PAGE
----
Editorial

Editorial

By Dave Moran

A few weeks ago I received a letter from conservationist and author, Wade Doak (see letters to the editor) bringing my attention to New Zealand supporting the sale of Great White Shark jaws and teeth. Wade was distressed that our closest neighbour, Australia, has legislation protecting the Great White while in New Zealand we are actively promoting their capture by offering ‘top cash paid’. Cash is also being offered for shark fins, seahorses and sea dragons.

It is hard to believe we are in the year 2000. Then again I guess things are still as they have been for centuries, people seem to believe it is their God given right to plunder and pollute the planet’s oceans, and if there is a profit to be made that makes it even better!

In contrast to New Zealand, Australia is making good tourism dollars by keeping their sharks alive. I had a telephone call from Rodney Fox’s team in South Australia absolutely buzzing with excitement about Great Whites becoming regular visitors to their ship the Falie off the Neptune Islands. The ‘no show’ days of the mid 1990s were virtually distant memories. Divers are paying AUD$5,500 to see these free-swimming sharks that are now turning up time and time again and they ask for no pay, just the occasional feed!

As divers we must try to halt this trade which is feeding the trophy mentality and aphrodisiac markets of the world. Let’s start by cleaning up our own backyard first. Write to Sandra Lee, Minister of Conservation, Freepost, Parliament Buildings, Wellington. For copies of advertisements, contact our office.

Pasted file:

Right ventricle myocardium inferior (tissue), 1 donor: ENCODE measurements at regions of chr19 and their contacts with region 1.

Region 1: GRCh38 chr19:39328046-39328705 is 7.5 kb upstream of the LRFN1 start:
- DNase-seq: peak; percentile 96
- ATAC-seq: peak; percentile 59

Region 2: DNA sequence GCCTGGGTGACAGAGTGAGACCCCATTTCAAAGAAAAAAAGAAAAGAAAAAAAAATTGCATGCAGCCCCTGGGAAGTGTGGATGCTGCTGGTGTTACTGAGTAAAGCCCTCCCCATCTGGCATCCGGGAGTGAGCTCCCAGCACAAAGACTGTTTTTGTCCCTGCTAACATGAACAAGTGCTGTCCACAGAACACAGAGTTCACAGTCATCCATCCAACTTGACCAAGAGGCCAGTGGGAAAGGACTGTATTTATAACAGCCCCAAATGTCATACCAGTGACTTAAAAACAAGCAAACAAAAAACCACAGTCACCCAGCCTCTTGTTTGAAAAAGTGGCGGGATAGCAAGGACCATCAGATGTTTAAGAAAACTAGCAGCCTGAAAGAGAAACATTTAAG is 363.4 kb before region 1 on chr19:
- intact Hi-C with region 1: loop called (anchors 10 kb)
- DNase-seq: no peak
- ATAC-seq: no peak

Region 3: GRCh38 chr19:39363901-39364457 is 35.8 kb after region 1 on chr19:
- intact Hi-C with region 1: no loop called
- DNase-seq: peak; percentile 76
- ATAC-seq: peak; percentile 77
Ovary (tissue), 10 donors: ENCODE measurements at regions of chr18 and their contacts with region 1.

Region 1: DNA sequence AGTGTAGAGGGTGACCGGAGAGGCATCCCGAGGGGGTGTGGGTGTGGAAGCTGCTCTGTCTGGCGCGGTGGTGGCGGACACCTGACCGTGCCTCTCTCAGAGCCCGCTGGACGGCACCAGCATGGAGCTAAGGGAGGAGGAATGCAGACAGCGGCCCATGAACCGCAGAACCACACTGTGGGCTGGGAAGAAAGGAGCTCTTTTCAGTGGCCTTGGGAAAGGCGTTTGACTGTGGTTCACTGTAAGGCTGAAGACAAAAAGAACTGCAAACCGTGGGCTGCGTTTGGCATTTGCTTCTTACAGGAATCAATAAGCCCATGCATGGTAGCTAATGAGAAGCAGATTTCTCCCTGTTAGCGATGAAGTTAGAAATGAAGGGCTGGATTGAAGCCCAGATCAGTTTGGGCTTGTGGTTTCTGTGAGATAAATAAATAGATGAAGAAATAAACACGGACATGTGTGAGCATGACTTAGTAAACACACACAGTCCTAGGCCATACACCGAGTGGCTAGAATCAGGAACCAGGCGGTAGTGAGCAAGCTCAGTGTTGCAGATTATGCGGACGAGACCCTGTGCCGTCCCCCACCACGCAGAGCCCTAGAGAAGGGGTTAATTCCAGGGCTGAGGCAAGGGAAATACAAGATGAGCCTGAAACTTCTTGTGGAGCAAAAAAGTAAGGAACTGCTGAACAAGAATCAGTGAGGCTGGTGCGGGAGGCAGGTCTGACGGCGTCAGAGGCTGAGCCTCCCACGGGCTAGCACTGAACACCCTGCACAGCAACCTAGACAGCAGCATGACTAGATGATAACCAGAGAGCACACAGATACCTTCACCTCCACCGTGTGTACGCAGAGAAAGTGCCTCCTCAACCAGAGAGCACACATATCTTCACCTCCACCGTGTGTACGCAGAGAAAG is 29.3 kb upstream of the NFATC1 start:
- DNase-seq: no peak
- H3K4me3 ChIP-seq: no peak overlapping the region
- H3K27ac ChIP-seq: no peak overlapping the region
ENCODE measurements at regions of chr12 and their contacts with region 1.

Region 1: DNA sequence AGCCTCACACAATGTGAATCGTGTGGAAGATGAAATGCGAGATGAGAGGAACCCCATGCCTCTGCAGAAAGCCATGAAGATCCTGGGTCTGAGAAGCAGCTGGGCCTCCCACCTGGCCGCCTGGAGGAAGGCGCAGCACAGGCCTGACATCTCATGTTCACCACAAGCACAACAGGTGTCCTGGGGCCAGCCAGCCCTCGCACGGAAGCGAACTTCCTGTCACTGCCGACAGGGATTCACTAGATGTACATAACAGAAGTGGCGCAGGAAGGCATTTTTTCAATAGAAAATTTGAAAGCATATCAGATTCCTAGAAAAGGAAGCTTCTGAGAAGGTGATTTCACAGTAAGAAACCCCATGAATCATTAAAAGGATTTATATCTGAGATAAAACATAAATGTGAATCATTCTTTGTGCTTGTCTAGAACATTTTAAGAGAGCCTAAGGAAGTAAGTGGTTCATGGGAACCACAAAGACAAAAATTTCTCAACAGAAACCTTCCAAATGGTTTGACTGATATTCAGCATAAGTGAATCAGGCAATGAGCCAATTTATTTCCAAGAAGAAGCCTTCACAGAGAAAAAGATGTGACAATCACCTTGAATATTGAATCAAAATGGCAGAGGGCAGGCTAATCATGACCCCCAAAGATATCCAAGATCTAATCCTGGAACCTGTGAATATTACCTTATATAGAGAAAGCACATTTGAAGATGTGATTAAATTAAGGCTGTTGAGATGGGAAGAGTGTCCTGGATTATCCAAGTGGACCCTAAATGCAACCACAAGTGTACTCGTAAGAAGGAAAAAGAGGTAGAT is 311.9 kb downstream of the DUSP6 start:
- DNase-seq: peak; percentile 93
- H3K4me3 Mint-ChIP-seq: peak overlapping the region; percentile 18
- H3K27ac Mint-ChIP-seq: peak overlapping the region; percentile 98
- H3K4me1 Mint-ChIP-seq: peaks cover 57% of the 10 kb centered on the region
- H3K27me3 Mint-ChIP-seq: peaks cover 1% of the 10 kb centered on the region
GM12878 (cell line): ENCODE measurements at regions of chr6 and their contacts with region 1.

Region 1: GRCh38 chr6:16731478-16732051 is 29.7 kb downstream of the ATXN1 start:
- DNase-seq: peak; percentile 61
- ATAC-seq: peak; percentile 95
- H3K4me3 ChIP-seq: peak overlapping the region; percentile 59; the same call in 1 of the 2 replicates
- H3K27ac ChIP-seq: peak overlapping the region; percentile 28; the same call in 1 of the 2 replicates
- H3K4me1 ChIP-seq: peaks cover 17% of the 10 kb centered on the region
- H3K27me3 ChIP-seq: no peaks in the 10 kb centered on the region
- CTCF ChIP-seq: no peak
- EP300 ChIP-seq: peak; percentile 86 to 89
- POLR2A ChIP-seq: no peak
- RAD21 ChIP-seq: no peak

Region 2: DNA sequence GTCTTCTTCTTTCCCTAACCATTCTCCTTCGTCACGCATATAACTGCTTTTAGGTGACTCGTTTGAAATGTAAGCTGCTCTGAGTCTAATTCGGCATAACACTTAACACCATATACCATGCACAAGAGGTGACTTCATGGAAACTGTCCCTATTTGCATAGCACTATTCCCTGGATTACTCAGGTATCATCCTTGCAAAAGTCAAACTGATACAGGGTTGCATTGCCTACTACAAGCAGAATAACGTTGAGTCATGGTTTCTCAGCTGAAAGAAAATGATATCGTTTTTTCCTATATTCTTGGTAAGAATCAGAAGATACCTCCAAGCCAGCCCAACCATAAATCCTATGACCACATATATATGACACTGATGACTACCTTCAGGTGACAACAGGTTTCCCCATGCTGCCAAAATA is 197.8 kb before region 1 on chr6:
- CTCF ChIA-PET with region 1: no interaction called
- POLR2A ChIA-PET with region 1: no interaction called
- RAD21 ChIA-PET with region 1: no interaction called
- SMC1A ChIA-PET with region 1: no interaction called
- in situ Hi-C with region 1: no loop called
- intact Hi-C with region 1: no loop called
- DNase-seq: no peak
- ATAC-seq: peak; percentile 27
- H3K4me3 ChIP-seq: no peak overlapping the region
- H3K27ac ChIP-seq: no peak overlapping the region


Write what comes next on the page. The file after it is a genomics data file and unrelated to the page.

A scuba diver can make it to the top! Congratulations to Wellingtonian Bill Day for receiving this year’s prestigious award ‘Entrepreneur of the Year’. Many of you will have fond memories of the Little Mermaid when you dived the Russian liner Mikhail Lermontov.

That was Bill’s first commercial dive boat. He now has a fleet of four boats and has just ordered another, worth $26 million, to continue expanding his company Seaworks’ ability to lay undersea cables, salvage sunken ships, ROV surveys and oil platform support.

Bill still loves his adventures and has a wee niggle in the back of his mind to have another crack at finding the elusive wreck of the General Grant at the Auckland Islands after his after past expeditions in 1986, 1996 and 1998.

Let’s hope he can find the time to have another crack at it.


The Oceanz 2000 photographic awards dinner held recently was once again an evening of stunning images from photographers around the world. Like many there, I find it a night to rekindle the spark of why we go diving. The animals, adventure, discoveries, nature’s exhilarating tapestry and the camaraderie experienced with fellow divers.Thanks to the photographers, the Oceans committee and sponsors for once again keeping the reason why we dive alight. I’ll be back next year.


I recently received a letter from the Wellington Underwater Club advising that they are to celebrate their 50th anniversary over Labour Weekend, 20-22 October 2000. It makes you realise that this country has a long history of diving when such events start to occur. I wonder if those keen divers back in the early 1950s could have imagined the gear that divers take for granted these days. The next 50 years I am sure will bring equipment changes that we can hardly imagine. Let’s all individually do our bit to ensure the environment is at least as healthy or hopefully better than it is today for divers of the future to enjoy what we have today. For details of the 50th anniversary celebration contact Michael Ryland, ph 0-4-384 9542 or fax 0-4-384 6798.


Have you lost your dive gear?

Some dive gear has been found in the Glendowie Auckland area. If this could be yours, contact Ray or Judy on 0-9-575 5693.

Daylight savings is just about here, plan now to enjoy it.

Dave Moran

Editor

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